The two women were received differently from the outset. Streisand's debut album won a Grammy for Album of the Year. By the time she was 27, Streisand had also won an Emmy and an Oscar, representing a rare degree of affirmation by the show business establishment. Madonna, by contrast, had a hard time at the outset even being taken seriously in the music industry. She didn't win a Grammy until 1992, and then only in a lower-profile video category. She didn't have a really good night at the Grammys until 1999, when she won three awards, including Best Pop Album and Best Dance Recording.
For all their differences, the two women also have a lot in common. A friend summed it up by saying they've both got gumption (though he didn't use the word "gumption"). In both cases, their cultural significance was apparent early on. Streisand made the cover of TIME in April 1964, two weeks before her 22nd birthday. Madonna was on TIME's cover in May 1985, a few months before she turned 27.
Madonna famously bowed before Streisand when the veteran diva made a surprise cameo appearance in a "Coffee Talk" sketch on Saturday Night Live in February 1992. (You can watch the video at the end of this week's blog.) Less famously, but significantly, when Billboard ran a special issue saluting Streisand in December 1983, Warner Bros. made a point of taking the back-cover ad to promote Madonna. The Madonna ad was headlined "A Star Is Born"--the title of Streisand's 1976 movie musical. That week, Madonna's "Holiday"--her first Hot 100 single--was in its first week in the top 40. For such a newcomer to invite any comparisons to the top female star of a generation took a lot of nerve.
Madonna has not equaled Streisand's success in films, despite a critically-hailed performance in Desperately Seeking Susan and a Golden Globe-winning turn in Evita. Nor has Madonna equaled Streisand's success on Broadway in Funny Girl. They've had about equal success in TV, though comparing Streisand's classy, Emmy-winning specials with Madonna's dozens of trend-setting music videos is a bit like comparing apples and bustiers.
While it may be hard to believe, especially given the erotic photo on the cover of Hard Candy, Madonna will turn 50 on Aug. 16. When Streisand was the same age, she was basking in the success of her lavish, four-disk career retrospective Just For The Record. Since then, Streisand has had two #1 albums, Back To Broadway and Higher Ground, but for the most part, she has seemed content to let her recording career wind down. Having recently signed a major deal with Live Nation, Madonna seems likely to remain active as a recording act.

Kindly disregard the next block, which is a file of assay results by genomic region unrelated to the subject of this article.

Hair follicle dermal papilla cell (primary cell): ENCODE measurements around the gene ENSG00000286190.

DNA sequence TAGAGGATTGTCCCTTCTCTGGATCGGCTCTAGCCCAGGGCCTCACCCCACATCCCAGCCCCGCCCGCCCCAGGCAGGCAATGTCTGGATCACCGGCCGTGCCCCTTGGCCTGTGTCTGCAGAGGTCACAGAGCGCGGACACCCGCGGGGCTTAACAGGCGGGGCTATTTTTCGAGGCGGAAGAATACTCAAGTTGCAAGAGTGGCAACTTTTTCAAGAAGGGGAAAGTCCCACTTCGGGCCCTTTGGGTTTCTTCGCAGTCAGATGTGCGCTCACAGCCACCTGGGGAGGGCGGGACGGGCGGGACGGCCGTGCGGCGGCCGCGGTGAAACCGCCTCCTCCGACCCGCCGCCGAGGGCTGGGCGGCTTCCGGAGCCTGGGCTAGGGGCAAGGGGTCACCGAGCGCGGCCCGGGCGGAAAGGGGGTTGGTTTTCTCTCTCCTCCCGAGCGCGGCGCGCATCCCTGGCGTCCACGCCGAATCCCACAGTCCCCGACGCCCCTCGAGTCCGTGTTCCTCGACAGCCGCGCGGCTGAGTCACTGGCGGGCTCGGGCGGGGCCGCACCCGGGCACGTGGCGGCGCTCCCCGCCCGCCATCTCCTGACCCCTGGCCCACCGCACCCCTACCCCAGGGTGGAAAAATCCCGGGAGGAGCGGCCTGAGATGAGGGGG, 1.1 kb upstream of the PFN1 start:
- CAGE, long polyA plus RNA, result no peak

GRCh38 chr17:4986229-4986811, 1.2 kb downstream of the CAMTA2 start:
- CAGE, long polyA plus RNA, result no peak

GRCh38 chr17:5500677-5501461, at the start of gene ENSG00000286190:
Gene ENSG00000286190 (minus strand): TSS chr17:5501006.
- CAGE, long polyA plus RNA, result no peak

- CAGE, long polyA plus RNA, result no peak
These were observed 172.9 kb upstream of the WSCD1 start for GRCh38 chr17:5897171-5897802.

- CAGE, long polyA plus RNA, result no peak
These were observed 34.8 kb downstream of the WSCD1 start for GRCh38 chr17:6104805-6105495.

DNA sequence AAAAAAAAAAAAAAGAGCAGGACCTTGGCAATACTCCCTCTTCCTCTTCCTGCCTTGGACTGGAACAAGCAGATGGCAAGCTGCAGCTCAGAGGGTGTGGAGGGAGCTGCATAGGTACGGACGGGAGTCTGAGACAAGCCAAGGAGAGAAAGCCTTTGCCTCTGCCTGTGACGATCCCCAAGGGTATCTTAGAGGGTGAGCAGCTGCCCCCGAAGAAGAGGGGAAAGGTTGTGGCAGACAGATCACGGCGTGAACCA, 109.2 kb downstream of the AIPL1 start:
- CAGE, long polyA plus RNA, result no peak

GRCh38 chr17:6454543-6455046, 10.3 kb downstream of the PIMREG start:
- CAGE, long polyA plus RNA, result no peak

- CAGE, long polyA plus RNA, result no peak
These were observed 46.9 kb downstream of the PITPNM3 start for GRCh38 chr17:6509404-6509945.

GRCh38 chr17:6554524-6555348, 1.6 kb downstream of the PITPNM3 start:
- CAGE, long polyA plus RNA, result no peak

Hard Candy is Madonna's fourth consecutive studio album to reach #1, the longest such streak of her career. It follows Music, American Life and Confessions On A Dance Floor. At her white-hot heyday in the '80s, Madonna reached #1 with three successive studio albums, Like A Virgin, True Blue and Like A Prayer. It's striking that Madonna has had more #1 albums since 2000 than she did in the '80s. (And it's curious that she had none at all in the '90s.)
Hard Candy is the third consecutive #1 album by a female solo artist, following Leona Lewis' Spirit and Mariah Carey's E=MC2. This is the first time that three female solo artists have made #1 in succession since Monica, Beyonce and Ashanti scored in June and July 2003. This is also the second time in the past three weeks that female solo artists have locked up the top three spots on the pop album chart. (Men, we're getting whooped here.)
Hard Candy opens with sales of 280,000. That's the third highest weekly sales total of 2008, following E=MC2 (463,000) and Jack Johnson's Sleep Through The Static (375,000).